I recently read this op-ed in the Chicago Tribune. A teacher wrote it. He has a typical story about how he thought homeschooling was terrible when he was teaching in Chicago public schools. He talked about socialization, math, all the objections we’ve heard a million times.
But then he started teaching at the college level, and his best student was a homeschooler who went to school for the first time when she went to college. He wrote a list of reasons about why she was so much better a student than everyone else.
She had escaped the collateral damage from 12 years of conventional schooling. I’m thinking of my own lost years in elementary school, as a bored-out-of-my-gourd pupil in a classroom of 48 or more students doing busywork most of the day. So the schoolroom was still a novelty for her.
She applied her experience of one-on-one learning to the classroom format, as though she were the only one sitting in front of me. This led to plentiful and uninhibited conversation, and other students followed suit.
Having been the only person to be called on for 12 years, she did not use the group’s mass as camouflage, or a barrier, but accepted every question, suggestion, lesson and instruction as her own responsibility.
In home school she had daily conversations with one parent or the other about a myriad of subjects, whereas her texting, video-gaming, ear-bud-wearing classmates too often skated, side-stepped or escaped adult interaction much of their short lives.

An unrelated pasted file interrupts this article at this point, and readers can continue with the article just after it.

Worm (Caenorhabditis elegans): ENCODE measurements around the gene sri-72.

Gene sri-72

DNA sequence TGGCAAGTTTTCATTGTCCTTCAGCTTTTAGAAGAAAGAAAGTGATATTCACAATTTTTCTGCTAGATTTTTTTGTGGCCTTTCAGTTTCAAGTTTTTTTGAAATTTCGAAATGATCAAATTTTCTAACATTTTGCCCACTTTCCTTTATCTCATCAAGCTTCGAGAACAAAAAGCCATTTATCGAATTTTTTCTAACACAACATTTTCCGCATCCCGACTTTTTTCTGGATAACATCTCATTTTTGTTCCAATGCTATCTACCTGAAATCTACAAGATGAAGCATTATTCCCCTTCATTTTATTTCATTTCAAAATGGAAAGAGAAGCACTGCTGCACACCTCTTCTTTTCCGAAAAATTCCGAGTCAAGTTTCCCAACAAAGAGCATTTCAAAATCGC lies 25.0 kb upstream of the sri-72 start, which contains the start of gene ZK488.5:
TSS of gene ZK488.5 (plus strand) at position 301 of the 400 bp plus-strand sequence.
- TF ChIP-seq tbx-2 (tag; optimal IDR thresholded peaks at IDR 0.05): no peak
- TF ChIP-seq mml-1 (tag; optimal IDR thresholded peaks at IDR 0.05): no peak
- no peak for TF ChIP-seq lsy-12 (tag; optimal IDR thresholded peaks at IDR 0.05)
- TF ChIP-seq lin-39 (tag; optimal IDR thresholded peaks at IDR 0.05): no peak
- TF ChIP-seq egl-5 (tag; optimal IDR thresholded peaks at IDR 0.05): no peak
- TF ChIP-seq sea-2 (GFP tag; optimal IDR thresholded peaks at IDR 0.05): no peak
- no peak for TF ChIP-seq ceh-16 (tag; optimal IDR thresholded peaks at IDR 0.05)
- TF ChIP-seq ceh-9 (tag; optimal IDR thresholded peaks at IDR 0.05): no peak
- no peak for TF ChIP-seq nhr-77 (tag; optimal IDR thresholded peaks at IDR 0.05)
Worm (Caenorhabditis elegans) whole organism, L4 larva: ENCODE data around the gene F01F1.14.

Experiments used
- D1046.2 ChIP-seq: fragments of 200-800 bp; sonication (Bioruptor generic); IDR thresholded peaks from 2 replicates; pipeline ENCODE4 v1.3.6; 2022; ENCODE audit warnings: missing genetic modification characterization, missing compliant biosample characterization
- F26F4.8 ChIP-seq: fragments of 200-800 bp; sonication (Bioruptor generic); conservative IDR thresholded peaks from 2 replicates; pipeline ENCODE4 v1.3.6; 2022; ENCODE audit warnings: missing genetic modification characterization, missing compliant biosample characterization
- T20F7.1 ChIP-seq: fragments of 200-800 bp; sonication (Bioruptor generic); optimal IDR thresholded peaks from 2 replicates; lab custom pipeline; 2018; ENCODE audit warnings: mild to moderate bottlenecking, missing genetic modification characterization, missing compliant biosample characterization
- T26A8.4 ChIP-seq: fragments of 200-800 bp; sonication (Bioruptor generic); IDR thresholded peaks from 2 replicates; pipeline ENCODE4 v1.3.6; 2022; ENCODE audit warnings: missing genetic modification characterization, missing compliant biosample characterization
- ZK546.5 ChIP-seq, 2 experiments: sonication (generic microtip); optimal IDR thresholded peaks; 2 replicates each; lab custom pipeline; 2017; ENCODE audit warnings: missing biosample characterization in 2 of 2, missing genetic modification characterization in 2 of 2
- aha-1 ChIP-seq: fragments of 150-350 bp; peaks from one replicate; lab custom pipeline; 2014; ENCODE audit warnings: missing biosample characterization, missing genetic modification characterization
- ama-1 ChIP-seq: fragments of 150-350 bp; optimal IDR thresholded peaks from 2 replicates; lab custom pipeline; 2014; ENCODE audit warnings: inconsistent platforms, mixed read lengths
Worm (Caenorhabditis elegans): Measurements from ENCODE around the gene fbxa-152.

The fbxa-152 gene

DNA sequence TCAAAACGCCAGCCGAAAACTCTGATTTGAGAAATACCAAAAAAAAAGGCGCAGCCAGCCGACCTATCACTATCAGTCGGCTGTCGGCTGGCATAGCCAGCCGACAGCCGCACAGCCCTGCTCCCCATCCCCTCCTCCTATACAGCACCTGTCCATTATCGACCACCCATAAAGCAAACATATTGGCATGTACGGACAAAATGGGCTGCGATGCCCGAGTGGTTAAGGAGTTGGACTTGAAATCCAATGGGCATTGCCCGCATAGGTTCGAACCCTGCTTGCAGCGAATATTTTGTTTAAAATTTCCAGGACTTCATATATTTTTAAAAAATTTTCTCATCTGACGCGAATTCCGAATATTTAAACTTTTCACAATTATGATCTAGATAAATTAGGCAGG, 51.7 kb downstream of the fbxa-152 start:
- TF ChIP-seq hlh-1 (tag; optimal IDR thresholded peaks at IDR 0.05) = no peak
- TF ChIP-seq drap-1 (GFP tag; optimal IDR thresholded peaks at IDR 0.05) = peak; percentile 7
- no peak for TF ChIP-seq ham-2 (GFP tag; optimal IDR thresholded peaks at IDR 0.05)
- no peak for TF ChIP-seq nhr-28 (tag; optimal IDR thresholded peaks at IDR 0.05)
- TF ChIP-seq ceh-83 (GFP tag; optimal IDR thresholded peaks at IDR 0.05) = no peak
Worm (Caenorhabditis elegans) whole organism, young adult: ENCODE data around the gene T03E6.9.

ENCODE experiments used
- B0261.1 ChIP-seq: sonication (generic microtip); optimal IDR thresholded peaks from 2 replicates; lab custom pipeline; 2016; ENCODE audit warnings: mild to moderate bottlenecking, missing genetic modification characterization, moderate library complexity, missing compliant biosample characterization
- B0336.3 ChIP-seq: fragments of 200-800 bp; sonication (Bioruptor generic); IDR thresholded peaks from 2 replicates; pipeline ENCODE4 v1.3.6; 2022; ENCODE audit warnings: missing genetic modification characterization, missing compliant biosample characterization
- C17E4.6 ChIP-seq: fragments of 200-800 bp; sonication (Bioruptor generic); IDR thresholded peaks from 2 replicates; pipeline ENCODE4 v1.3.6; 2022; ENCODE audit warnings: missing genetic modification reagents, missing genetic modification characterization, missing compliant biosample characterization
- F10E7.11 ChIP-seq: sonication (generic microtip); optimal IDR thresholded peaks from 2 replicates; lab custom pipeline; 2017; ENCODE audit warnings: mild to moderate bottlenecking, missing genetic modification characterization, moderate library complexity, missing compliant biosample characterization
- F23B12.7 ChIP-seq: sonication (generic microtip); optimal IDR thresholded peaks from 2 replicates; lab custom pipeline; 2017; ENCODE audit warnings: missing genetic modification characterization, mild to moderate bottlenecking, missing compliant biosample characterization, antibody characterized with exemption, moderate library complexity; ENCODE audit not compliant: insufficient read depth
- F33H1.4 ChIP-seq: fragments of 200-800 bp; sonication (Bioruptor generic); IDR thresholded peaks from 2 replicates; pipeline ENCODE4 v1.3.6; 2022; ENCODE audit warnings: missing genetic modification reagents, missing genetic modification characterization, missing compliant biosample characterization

If every student in my classroom were a radio, my home-schooled student was the one whose switch was turned on.
In the past 15 years, I’ve known of over a dozen home-schooled students in my college freshman and sophomore classes. All were competent in social interaction, and all had already developed their own methods of inquiry for independent learning.
All the reasons homeschool turns out self-directed learners, and all the reasons school does not, seem to apply to college as well. Most college students sit in classrooms. They do homework. They learn what they are told to learn. They can only choose from the topics of the courses that are open to them in a given semester. They can only learn things that can be taught in a lecture setting.
I wonder though, what is the point of sending them to college after they have already shown themselves to be excellent at self-directed learning? Why do they need college? Why not just go straight into the workforce?
I’ve been reading a book called Schools on Trial by Nikhil Goyal. He hated high school and he spend the whole time writing a book about how terrible high school is. The research is excellent, it’s a big, impressive publisher (Doubleday) and the book would be remarkable even if it were written by a 40-year-old investigative reporter.
So, here’s this kid who is clearly able to do his life without college. Where does he go? To Goddard, which is a well respected school but very alternative in that it’s low-residency and encourages independent learning instead of classroom learning. When I read that, it made total sense to me. Of course a kid who wrote a treatise against classroom learning is going to Goddard.
But what do you think? Why should homeschoolers go to college at all when the structure is just as messed up as high school?
Before you try to answer that question, just please do not talk to me about the love of learning, okay? You do not need to go to college because you love to learn. Of course you can learn outside of college.
Now, what do you guys think?